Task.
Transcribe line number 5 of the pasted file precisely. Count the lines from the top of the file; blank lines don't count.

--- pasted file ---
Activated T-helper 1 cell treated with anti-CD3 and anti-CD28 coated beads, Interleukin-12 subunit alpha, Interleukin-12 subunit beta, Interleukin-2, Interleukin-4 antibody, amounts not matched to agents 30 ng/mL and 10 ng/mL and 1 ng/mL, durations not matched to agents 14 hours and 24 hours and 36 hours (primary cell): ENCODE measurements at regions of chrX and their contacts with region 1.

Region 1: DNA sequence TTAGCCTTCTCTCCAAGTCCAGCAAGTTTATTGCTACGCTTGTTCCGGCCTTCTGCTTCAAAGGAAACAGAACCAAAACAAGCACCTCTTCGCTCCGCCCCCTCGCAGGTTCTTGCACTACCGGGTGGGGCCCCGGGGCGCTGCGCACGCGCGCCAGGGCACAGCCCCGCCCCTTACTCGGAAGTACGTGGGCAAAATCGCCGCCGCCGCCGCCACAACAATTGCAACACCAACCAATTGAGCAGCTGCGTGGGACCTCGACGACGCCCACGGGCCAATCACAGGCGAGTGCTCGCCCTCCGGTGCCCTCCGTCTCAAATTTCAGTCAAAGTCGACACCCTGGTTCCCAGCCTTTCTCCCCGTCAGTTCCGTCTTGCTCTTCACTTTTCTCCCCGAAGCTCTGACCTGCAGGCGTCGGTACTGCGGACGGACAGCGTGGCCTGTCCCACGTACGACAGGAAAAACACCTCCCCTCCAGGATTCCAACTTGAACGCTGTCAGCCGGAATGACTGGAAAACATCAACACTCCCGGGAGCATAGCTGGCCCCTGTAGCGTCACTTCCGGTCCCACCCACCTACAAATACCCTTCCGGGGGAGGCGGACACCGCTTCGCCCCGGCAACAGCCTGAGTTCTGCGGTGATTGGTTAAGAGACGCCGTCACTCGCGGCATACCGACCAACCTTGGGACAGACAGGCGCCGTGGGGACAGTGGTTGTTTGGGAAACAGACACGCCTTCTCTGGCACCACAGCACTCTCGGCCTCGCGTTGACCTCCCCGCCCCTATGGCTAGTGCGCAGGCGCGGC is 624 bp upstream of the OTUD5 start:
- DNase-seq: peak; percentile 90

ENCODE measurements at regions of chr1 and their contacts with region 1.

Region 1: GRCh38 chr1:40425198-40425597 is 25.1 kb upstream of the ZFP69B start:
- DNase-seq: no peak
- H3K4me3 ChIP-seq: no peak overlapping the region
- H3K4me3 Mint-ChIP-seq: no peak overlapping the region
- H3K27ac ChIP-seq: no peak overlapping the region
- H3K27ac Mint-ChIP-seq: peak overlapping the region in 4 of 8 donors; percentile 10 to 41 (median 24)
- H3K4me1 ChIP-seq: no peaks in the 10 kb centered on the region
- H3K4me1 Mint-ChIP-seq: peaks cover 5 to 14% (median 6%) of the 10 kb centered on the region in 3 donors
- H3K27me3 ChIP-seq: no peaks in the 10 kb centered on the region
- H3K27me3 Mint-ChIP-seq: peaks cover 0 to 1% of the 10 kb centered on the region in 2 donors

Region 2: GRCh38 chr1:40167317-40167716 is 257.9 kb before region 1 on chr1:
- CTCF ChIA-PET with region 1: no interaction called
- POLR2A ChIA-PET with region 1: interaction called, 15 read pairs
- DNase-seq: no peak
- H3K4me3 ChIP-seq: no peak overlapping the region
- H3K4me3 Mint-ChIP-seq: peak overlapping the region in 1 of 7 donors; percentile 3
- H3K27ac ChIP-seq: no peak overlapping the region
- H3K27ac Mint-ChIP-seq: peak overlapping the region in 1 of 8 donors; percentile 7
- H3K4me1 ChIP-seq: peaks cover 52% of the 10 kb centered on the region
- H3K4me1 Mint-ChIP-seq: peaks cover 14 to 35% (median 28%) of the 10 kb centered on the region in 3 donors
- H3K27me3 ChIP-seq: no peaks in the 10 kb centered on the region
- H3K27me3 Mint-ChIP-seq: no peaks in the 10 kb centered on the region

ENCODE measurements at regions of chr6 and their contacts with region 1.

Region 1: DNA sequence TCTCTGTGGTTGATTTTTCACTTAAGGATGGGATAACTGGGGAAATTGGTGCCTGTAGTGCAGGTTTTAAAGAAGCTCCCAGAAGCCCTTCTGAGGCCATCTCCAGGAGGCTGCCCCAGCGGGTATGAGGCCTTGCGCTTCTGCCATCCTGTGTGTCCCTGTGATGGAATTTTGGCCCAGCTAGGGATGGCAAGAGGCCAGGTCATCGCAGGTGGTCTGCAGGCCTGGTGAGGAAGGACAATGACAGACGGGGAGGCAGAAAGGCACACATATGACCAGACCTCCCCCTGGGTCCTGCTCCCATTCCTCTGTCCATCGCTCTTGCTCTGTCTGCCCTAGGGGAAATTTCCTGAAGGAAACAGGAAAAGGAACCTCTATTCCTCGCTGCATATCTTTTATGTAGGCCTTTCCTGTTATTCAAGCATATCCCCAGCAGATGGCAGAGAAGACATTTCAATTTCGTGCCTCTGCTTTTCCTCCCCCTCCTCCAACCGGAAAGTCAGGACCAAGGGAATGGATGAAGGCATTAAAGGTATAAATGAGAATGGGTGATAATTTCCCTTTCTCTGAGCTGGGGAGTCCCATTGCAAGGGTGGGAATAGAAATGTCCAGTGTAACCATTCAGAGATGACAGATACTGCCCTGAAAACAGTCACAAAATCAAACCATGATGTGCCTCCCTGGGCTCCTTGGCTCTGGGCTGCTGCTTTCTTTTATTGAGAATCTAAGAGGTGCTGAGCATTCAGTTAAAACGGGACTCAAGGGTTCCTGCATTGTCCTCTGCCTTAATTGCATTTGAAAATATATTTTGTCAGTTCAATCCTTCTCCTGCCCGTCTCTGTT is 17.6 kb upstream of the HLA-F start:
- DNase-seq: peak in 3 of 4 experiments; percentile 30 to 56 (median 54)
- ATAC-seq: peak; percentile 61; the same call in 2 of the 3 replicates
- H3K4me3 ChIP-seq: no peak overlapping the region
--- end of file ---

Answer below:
Region 1: GRCh38 chr1:40425198-40425597 is 25.1 kb upstream of the ZFP69B start: